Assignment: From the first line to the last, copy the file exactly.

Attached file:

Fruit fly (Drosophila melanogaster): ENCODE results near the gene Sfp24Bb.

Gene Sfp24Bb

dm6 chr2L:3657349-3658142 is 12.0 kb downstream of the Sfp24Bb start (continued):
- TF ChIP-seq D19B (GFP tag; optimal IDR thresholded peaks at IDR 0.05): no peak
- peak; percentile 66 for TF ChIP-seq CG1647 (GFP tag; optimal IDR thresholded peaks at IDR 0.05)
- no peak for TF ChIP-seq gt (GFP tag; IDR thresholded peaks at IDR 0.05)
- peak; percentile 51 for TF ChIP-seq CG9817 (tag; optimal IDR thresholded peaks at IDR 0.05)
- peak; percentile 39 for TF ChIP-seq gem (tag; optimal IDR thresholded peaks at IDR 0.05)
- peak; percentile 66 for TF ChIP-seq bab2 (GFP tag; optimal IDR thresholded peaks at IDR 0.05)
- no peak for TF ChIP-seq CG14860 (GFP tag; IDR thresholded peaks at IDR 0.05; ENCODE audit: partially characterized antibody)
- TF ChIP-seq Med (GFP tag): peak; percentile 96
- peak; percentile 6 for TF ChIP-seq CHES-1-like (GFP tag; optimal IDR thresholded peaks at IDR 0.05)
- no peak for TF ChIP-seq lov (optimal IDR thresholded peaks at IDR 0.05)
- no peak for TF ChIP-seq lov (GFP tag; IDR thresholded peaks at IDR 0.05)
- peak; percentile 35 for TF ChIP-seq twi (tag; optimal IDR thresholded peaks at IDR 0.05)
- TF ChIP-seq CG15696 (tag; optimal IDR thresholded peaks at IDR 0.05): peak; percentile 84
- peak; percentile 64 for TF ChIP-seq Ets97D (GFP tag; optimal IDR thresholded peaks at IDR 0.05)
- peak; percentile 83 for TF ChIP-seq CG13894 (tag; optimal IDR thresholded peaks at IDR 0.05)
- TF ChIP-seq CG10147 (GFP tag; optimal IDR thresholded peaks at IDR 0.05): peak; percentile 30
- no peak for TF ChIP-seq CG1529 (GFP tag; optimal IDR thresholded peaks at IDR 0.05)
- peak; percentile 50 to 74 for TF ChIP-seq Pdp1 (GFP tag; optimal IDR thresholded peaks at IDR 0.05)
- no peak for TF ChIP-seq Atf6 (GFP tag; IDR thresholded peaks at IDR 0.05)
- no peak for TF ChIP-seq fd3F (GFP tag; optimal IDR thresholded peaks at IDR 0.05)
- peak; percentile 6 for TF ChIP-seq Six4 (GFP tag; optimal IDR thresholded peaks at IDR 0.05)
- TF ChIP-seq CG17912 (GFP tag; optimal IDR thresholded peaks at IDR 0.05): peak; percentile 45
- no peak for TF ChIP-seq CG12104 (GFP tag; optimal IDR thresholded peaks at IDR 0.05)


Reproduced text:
Fruit fly (Drosophila melanogaster): ENCODE results near the gene Sfp24Bb.

Gene Sfp24Bb

dm6 chr2L:3657349-3658142 is 12.0 kb downstream of the Sfp24Bb start (continued):
- TF ChIP-seq D19B (GFP tag; optimal IDR thresholded peaks at IDR 0.05): no peak
- peak; percentile 66 for TF ChIP-seq CG1647 (GFP tag; optimal IDR thresholded peaks at IDR 0.05)
- no peak for TF ChIP-seq gt (GFP tag; IDR thresholded peaks at IDR 0.05)
- peak; percentile 51 for TF ChIP-seq CG9817 (tag; optimal IDR thresholded peaks at IDR 0.05)
- peak; percentile 39 for TF ChIP-seq gem (tag; optimal IDR thresholded peaks at IDR 0.05)
- peak; percentile 66 for TF ChIP-seq bab2 (GFP tag; optimal IDR thresholded peaks at IDR 0.05)
- no peak for TF ChIP-seq CG14860 (GFP tag; IDR thresholded peaks at IDR 0.05; ENCODE audit: partially characterized antibody)
- TF ChIP-seq Med (GFP tag): peak; percentile 96
- peak; percentile 6 for TF ChIP-seq CHES-1-like (GFP tag; optimal IDR thresholded peaks at IDR 0.05)
- no peak for TF ChIP-seq lov (optimal IDR thresholded peaks at IDR 0.05)
- no peak for TF ChIP-seq lov (GFP tag; IDR thresholded peaks at IDR 0.05)
- peak; percentile 35 for TF ChIP-seq twi (tag; optimal IDR thresholded peaks at IDR 0.05)
- TF ChIP-seq CG15696 (tag; optimal IDR thresholded peaks at IDR 0.05): peak; percentile 84
- peak; percentile 64 for TF ChIP-seq Ets97D (GFP tag; optimal IDR thresholded peaks at IDR 0.05)
- peak; percentile 83 for TF ChIP-seq CG13894 (tag; optimal IDR thresholded peaks at IDR 0.05)
- TF ChIP-seq CG10147 (GFP tag; optimal IDR thresholded peaks at IDR 0.05): peak; percentile 30
- no peak for TF ChIP-seq CG1529 (GFP tag; optimal IDR thresholded peaks at IDR 0.05)
- peak; percentile 50 to 74 for TF ChIP-seq Pdp1 (GFP tag; optimal IDR thresholded peaks at IDR 0.05)
- no peak for TF ChIP-seq Atf6 (GFP tag; IDR thresholded peaks at IDR 0.05)
- no peak for TF ChIP-seq fd3F (GFP tag; optimal IDR thresholded peaks at IDR 0.05)
- peak; percentile 6 for TF ChIP-seq Six4 (GFP tag; optimal IDR thresholded peaks at IDR 0.05)
- TF ChIP-seq CG17912 (GFP tag; optimal IDR thresholded peaks at IDR 0.05): peak; percentile 45
- no peak for TF ChIP-seq CG12104 (GFP tag; optimal IDR thresholded peaks at IDR 0.05)